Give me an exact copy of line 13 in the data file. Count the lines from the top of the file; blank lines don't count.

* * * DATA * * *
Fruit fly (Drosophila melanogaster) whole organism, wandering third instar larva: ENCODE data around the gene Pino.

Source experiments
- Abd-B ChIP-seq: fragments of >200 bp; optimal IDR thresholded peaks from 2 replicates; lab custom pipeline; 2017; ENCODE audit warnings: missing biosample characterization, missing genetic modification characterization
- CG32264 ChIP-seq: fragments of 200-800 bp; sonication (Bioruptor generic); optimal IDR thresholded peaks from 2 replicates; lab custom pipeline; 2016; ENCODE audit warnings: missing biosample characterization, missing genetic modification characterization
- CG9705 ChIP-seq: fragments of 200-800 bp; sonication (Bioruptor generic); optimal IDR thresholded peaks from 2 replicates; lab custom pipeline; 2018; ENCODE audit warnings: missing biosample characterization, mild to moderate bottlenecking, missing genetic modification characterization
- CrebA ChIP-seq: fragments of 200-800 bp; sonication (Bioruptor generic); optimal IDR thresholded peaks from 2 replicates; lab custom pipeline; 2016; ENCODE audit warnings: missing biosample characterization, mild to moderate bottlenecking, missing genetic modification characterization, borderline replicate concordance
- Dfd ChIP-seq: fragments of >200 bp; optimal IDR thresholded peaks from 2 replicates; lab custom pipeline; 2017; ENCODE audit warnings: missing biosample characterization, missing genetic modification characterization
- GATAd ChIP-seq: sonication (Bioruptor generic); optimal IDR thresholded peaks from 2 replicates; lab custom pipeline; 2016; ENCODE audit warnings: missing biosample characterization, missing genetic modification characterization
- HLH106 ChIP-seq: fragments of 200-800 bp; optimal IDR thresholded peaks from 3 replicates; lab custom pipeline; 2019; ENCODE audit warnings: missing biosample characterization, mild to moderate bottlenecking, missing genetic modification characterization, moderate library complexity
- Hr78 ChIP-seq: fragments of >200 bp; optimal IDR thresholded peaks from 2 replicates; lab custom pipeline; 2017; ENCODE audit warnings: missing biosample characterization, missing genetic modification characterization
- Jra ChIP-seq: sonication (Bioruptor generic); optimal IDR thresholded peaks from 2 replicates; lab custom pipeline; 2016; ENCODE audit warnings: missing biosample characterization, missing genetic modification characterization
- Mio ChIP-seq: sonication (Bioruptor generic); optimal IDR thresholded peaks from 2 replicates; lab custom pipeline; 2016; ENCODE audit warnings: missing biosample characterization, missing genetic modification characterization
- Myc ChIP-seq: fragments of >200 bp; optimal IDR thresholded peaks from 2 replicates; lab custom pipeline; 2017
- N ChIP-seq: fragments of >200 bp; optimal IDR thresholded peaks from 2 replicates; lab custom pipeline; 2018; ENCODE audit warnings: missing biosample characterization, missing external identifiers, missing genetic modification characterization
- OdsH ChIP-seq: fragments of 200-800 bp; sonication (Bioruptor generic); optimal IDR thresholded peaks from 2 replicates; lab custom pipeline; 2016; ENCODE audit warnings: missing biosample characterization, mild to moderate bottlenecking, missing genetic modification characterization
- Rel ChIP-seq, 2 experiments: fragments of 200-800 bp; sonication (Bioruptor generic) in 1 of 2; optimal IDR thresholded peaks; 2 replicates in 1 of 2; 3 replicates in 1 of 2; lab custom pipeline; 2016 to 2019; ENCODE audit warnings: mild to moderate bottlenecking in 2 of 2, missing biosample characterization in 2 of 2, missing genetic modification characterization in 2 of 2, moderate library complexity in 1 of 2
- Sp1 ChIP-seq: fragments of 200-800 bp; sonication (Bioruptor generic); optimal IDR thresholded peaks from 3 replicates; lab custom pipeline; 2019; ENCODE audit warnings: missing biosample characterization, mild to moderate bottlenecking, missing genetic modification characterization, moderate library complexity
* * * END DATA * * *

- Myc ChIP-seq: fragments of >200 bp; optimal IDR thresholded peaks from 2 replicates; lab custom pipeline; 2017